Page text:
Home ActivitiesKids in the Kitchen Kids in the Kitchen: Qar Al Deen

Kids in the Kitchen: Qar Al Deen

by Adrienne
Apricot Pudding

Involving kids in the kitchen helps develop their fine motor skills and hand-eye coordination, learn math and science concept, learn new vocabulary, use their 5-senses and learn about healthy foods. Each one of the recipes that we share on our website involves each one of these skills. We also make a variety of recipes from around the world which encourages kids to be more globally aware and conscious of other cultures. We are sharing the a recipe from a friend called Qar Al deen or Apricot pudding today and some tips on having them help you make it below!

This recipe is part of our Ramadan cooking around the world series, other recipes can be found here.

Qar Al deen or Apricot pudding is special guest that appears on our dinner table every Ramadan. This dessert fills the bellies of many Egyptians including my own grandparents who introduced it to their kids and then to us. I remember the sweet smell of apricot that filled the air every year, signaling that Ramadan is only a few days away. I wanted to continue the tradition and memories with my own kids. With Ramadan being only 3 days away means it was time to fill the house with the sweet smell again.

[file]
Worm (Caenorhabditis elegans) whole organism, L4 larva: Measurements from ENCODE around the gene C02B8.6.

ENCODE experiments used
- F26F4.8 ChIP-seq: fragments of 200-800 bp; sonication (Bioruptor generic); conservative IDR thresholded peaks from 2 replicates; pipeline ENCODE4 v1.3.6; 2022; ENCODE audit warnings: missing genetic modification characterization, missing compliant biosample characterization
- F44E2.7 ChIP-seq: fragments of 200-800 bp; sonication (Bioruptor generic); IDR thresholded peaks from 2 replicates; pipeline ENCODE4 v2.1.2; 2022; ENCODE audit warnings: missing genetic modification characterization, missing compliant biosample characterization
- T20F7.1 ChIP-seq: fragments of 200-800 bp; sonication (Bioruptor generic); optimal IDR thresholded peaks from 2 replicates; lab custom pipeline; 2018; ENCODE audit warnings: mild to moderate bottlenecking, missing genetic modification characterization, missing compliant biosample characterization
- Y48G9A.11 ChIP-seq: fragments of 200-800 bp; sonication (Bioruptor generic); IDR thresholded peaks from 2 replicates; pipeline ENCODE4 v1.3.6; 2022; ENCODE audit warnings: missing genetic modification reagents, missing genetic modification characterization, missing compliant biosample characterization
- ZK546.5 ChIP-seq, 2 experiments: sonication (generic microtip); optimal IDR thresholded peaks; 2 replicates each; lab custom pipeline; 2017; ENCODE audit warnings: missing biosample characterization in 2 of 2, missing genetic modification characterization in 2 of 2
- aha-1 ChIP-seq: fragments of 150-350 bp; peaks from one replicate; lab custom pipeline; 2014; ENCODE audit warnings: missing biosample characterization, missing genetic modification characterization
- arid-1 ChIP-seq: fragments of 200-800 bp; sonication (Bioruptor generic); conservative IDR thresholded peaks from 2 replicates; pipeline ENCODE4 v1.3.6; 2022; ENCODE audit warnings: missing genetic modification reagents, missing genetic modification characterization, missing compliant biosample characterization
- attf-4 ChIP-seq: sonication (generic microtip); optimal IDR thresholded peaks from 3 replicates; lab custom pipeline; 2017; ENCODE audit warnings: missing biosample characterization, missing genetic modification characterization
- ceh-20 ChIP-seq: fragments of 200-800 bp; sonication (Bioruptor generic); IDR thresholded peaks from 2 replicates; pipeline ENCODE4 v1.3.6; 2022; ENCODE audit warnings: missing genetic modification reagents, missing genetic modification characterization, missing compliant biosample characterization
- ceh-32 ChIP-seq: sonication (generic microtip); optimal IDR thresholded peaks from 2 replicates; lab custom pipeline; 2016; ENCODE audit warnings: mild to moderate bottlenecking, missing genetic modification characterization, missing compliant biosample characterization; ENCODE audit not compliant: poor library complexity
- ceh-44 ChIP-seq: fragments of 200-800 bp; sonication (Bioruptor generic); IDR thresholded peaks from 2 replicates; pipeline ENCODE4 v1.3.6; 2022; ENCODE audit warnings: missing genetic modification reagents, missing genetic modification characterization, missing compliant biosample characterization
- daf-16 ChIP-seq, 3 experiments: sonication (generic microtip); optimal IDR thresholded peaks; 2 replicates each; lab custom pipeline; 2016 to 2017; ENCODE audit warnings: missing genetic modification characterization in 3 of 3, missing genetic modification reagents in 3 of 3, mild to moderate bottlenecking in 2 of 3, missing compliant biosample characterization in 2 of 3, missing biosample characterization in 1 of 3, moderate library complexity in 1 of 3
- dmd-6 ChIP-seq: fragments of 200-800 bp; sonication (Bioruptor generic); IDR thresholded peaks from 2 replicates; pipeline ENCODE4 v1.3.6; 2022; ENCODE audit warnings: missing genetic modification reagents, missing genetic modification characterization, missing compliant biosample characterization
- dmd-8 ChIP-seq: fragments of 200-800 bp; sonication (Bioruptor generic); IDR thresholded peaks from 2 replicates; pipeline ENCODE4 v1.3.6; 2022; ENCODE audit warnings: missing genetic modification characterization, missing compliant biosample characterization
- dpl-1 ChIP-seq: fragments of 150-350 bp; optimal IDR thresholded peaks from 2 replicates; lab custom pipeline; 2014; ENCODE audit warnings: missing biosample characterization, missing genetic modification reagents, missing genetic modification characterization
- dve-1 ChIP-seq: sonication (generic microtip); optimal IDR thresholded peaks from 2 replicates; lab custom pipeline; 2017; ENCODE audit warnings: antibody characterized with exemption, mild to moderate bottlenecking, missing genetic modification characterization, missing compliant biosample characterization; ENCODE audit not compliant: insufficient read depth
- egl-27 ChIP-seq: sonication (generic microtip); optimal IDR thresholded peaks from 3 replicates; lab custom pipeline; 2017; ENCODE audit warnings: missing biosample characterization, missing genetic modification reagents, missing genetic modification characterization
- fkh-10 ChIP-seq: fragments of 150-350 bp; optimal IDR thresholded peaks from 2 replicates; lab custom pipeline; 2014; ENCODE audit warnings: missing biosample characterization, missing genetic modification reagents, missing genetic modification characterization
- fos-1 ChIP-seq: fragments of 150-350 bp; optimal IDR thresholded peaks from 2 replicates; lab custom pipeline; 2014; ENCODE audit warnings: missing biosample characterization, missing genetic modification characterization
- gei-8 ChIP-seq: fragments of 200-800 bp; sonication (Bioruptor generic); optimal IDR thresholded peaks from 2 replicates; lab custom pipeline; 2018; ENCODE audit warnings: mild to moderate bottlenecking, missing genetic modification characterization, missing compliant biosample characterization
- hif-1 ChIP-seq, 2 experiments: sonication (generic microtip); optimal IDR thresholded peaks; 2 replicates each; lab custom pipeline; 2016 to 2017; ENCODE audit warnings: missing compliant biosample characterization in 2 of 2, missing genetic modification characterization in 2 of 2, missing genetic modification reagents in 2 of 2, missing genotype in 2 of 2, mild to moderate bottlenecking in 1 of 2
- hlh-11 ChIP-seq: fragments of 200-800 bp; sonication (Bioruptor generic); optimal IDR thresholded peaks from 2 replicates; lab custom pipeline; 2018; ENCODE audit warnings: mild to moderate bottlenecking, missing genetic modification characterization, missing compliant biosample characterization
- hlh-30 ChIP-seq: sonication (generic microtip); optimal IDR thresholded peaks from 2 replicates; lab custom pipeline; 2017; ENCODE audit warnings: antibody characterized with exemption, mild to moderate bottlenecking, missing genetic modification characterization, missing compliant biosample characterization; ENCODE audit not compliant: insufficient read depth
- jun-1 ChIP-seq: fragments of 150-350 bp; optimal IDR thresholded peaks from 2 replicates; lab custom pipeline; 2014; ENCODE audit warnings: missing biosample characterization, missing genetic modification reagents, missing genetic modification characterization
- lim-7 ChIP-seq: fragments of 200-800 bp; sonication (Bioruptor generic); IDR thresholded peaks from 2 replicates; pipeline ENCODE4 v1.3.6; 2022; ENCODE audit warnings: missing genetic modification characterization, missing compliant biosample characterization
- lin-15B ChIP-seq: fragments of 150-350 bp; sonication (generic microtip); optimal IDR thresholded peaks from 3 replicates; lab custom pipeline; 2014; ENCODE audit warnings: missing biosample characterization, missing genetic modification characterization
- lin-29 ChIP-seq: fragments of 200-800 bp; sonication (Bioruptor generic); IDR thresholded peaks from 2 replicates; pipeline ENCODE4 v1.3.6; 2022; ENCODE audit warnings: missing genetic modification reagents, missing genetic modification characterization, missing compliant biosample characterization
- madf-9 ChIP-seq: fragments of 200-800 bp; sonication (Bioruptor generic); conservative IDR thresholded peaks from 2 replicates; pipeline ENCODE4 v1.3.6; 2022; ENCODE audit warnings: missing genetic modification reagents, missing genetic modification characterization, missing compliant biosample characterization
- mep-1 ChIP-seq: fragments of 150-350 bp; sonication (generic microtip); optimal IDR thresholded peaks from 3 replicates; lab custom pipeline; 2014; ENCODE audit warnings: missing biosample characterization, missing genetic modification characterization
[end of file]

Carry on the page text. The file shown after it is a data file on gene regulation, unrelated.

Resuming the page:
Not only do I get to share this childhood Ramadan tradition with my children, I also use it as an opportunity to introduce Arabic words. Words like mishmish or apricot, lezj or sticky, and yagmad or harden are words that are not used commonly in our kitchen, until we make this this dessert. 

RELATED POSTS //  Kids in the Kitchen : Zucchini Muffins

You can find the recipe below.

Apricot Pudding

Qar Al Deen // Apricot Pudding

Nutrition facts: 200 calories 20 grams fat
Rating: 5.0/5
( 1 voted )


  • 1 pack of dried apricot paste (most Arabic stores have them)
  • 4 cups of water
  • 4 table spoons of corn starch
  • 4 tablespoons of sugar
  • A handful of raisins, coconut flakes, and nuts or any garnish you prefer


  1. Open your apricot paste and cut in up into pieces. My kids love to use their hands and get them all sticky. 
  2. In a pot add the cut up apricot paste and add 2 cups of water.
  3. While you are bringing it to a boil, mix 1 cup of water with corn starch. Whisk until no lumps present.
  4. Once the pot boils, use a hand held blender and blend thoroughly.
  5. Next, add the corn starch mixture along with the remaining cup of water, plus the sugar. Constantly whisk until it is thickened.
  6. Take off the stove and pour into small bowls or cups.
  7. Add the garnish mix of your choice. We love raisins, coconut flakes, and nuts.
  8. Allow it to set in the fridge for at least 2 hours.
  9. Serve cold for dessert after a long day of fasting. Bel saha wal hana 🙂

Recipe by Reem Tomac, an Egyptian American married to a Turkish man, we met their family when we visited the USA in summer 2019.

You can find Reem on Instagram @thetomacchronicles and her blog.

Tell us below in the comments, which traditional family desert you like to make with your kids?

Leave a Comment

This site uses Akismet to reduce spam. Learn how your comment data is processed.